Welded joints(Figure 62) are among the most common and essential connections in the field of manufacturing and construction. These joints are formed by merging two metal surfaces using heat, and often with the addition of a filler material, to create a bond that’s typically stronger than the original materials. The process of welding provides a permanent union, ensuring structural integrity and continuity between the interconnected elements. With a variety of welding techniques available, each tailored to specific materials and applications, understanding the fundamentals and intricacies of welded joints is crucial for anyone involved in the design, fabrication, or inspection of metal assemblies.
Repair welding procedures are specialized techniques employed to rectify defects, damages, or wear in metal components. These methods involve the careful application of heat and filler material to restore the integrity of the original part without compromising its strength or functionality. Depending on the severity and type of defect, different welding techniques may be utilized. Such procedures are crucial in industries like aerospace, automotive, and heavy machinery, where the safety and longevity of components are paramount. Proper repair welding can extend the life of equipment, reduce replacement costs, and ensure continued safe operation.

5.4.1 Types of welding joints

The main types of welding joints are:
a) Edge Joint: The edges of two pieces are set side by side and then welded.
b) Corner Joint: Two pieces are joined at their ends, forming a corner.
c) Lap Joint: Two pieces are overlapped and then welded where they overlap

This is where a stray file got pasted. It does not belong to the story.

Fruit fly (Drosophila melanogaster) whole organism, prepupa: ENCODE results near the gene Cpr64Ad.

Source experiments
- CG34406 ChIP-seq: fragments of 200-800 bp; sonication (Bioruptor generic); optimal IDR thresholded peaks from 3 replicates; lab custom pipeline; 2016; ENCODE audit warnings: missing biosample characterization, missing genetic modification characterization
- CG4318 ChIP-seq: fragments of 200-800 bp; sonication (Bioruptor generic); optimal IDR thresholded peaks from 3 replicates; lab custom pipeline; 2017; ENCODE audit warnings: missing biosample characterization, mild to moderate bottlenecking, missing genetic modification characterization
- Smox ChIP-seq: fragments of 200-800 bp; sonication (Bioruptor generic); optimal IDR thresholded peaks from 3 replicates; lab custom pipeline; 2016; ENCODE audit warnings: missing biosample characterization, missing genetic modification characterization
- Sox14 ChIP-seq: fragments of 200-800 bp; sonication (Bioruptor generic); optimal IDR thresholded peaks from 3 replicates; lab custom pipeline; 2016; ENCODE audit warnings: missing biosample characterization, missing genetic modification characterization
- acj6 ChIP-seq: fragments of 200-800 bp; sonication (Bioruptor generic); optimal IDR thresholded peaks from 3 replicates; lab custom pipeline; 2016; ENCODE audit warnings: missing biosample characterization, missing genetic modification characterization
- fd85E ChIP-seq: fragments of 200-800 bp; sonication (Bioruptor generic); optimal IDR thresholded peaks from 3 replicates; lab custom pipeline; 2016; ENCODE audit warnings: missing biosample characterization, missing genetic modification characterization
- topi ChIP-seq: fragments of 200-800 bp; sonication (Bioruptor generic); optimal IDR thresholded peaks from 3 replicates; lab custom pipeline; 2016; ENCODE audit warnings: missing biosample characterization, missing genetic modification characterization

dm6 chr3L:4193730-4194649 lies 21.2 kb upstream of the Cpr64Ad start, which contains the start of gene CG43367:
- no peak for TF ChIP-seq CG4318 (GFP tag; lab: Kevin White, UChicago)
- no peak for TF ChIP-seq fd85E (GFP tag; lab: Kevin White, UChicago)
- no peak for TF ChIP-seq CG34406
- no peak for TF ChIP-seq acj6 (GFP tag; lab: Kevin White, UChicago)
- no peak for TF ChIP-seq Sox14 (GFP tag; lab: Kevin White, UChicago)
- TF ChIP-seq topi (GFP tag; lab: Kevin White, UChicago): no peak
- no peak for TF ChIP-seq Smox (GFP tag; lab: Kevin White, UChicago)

d) V-Groove, Butt Joint: Two pieces are joined end to end.
e) Double V-Groove joint: It is a specialized type of welding joint used for joining thicker plates or workpieces. As its name suggests, this joint utilizes two V-shaped grooves on both sides of the workpieces.
f) T-Joint (or Tee Joint): One piece is joined to the middle of another piece, forming a “T” shape.

62. Figure Types of welding joints

Each of these joints can be used in various applications depending on the requirements of the structure and the materials being welded.

While some welding symbols(Figure 63, 64) may initially appear complex, they become straightforward when dissected. These symbols represent side views of the pre-weld joint, much like viewing a cross-section. Each symbol comes with a detailed explanation, paired with its weld profile.

63. Figure The base platform

This symbol serves as a basic framework to showcase the features and related details of your welds. It consists of three components:
• The arrow line: directs attention to the weld’s general location.
• The reference line: acts as the space where the details about the weld’s type and exact location are presented.
• The weld position indicator line: The weld position indicator line in the base platform specifies the position in which the weld is to be performed.
• The tail: provides space for additional information unrelated to the primary specifics, such as welding standards, the type of materials, and the necessary welding procedure.

64. Figure The symbols of the weld joints

These markers(Figure 65) complement the basic symbols to specify the required weld type. They encompass the weld’s attributes, instructions on where and how to execute it, and the necessary finishing details.

65. Figure Supplementary welding symbols

• Flush finish: This welding symbol indicates that the weld must be machined or ground to align flush with the surface of the remaining plate. The symbol is represented by a straight line, illustrating the appearance of the final surface.
• Convex: The convex finish of a weld bulges outward, resembling a balloon extending away from the weld, as depicted by its symbol.
• Concave: The concave symbol curves in a direction opposite to that of the convex, indicating that the weld should have an inward curvature, similar to the inner surface of a bowl. This finish is commonly associated with fillet welds.7
• Racking weld: This refers to the requirement for a preliminary weld at the base of a weld preparation, such as a V or U, before completing the entire weld. This initial weld provides a foundation for the complete weld, preventing it from burning through due to excessive heat when only a slim portion of the material is left. Its symbol, represented by a curved line, is positioned either below or above the primary welding symbol, based on which side of the reference line the main symbol is located.